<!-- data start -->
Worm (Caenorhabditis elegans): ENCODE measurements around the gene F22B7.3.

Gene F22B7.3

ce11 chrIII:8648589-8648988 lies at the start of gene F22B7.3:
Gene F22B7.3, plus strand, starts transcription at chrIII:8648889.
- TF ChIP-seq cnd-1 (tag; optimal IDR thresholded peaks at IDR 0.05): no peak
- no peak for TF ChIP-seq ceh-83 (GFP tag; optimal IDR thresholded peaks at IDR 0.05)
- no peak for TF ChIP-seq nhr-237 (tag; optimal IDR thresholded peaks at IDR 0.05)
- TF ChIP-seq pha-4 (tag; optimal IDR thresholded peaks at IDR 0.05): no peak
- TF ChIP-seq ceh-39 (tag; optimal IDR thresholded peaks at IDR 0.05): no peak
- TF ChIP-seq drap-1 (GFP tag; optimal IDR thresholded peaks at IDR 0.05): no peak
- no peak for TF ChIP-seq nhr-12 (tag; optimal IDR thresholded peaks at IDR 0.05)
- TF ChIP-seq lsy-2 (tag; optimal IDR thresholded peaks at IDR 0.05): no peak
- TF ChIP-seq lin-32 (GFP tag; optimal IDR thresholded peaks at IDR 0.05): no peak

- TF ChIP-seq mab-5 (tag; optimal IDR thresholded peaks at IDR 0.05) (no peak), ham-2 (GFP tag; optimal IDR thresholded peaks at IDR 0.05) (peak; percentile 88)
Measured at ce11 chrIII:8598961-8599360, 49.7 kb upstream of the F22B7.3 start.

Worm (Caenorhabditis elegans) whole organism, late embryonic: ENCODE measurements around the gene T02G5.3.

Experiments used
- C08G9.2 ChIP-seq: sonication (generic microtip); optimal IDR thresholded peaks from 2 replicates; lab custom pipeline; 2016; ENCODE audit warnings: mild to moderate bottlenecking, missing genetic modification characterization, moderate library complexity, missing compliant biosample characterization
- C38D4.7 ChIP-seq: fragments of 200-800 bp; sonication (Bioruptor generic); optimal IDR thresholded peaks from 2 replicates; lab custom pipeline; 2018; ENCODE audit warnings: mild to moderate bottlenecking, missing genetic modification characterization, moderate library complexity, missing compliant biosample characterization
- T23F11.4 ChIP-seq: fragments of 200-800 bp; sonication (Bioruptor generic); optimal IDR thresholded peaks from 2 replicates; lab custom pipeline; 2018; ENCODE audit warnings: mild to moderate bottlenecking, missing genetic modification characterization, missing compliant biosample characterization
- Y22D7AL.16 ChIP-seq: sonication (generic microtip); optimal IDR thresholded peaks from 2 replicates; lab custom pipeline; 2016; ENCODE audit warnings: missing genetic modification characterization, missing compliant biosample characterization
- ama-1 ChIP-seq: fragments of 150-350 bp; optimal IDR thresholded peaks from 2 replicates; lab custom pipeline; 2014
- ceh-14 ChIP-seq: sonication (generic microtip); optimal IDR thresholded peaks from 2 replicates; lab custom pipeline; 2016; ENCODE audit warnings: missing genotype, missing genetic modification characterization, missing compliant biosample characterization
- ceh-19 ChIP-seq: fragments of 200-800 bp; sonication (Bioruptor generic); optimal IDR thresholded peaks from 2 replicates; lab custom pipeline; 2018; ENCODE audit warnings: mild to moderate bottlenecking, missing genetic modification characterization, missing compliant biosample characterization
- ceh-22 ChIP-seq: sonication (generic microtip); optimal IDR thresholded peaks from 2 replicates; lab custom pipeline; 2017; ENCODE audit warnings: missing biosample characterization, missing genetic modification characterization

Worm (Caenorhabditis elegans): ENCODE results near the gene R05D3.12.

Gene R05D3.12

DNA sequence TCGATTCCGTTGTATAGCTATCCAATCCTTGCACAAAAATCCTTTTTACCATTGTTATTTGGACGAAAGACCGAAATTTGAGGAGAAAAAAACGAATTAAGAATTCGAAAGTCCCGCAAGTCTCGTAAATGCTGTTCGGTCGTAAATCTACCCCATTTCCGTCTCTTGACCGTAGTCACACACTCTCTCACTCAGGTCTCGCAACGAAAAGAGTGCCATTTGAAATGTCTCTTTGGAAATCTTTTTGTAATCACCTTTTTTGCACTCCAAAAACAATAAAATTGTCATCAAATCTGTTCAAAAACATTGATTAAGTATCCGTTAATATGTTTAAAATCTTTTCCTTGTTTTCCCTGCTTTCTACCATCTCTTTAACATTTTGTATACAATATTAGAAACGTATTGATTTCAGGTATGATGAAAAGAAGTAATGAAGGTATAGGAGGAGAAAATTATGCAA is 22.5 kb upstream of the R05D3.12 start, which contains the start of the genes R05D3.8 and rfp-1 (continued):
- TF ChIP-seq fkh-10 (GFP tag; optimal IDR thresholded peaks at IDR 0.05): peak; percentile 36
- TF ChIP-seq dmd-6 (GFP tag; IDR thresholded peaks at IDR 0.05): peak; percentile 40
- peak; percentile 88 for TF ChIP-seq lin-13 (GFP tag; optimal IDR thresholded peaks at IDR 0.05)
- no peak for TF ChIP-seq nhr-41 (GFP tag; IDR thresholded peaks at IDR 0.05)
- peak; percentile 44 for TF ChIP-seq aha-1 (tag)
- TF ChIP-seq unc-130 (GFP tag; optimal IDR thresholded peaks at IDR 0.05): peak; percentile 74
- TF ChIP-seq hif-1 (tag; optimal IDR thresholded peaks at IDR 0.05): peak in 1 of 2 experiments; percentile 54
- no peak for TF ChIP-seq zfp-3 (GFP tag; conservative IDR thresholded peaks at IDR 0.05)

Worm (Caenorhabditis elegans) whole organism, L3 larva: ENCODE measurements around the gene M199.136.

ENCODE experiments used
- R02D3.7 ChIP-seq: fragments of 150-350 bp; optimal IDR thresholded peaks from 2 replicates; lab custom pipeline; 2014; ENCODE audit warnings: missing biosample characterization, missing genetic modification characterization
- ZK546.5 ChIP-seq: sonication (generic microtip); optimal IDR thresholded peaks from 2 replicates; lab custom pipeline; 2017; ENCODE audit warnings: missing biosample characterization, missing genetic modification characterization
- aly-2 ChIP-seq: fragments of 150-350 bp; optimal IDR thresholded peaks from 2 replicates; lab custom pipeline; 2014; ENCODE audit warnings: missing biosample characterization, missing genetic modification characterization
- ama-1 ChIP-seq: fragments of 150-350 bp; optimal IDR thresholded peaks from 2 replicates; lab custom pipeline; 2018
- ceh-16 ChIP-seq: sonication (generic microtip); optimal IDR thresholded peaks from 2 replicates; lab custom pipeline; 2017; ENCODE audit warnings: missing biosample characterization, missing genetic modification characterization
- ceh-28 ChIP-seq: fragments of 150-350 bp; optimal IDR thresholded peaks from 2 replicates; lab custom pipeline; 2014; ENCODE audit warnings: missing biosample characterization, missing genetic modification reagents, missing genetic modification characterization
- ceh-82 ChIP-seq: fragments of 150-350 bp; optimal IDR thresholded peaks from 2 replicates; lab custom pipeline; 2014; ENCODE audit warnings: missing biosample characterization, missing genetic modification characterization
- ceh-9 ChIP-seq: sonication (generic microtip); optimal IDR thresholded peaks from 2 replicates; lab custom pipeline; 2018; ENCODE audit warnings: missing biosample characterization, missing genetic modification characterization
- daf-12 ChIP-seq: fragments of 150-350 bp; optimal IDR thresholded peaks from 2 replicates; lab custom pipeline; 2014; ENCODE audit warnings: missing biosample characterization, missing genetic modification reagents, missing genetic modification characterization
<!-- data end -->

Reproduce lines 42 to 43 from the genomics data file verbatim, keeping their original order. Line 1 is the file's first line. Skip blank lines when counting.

- ama-1 ChIP-seq: fragments of 150-350 bp; optimal IDR thresholded peaks from 2 replicates; lab custom pipeline; 2018
- ceh-16 ChIP-seq: sonication (generic microtip); optimal IDR thresholded peaks from 2 replicates; lab custom pipeline; 2017; ENCODE audit warnings: missing biosample characterization, missing genetic modification characterization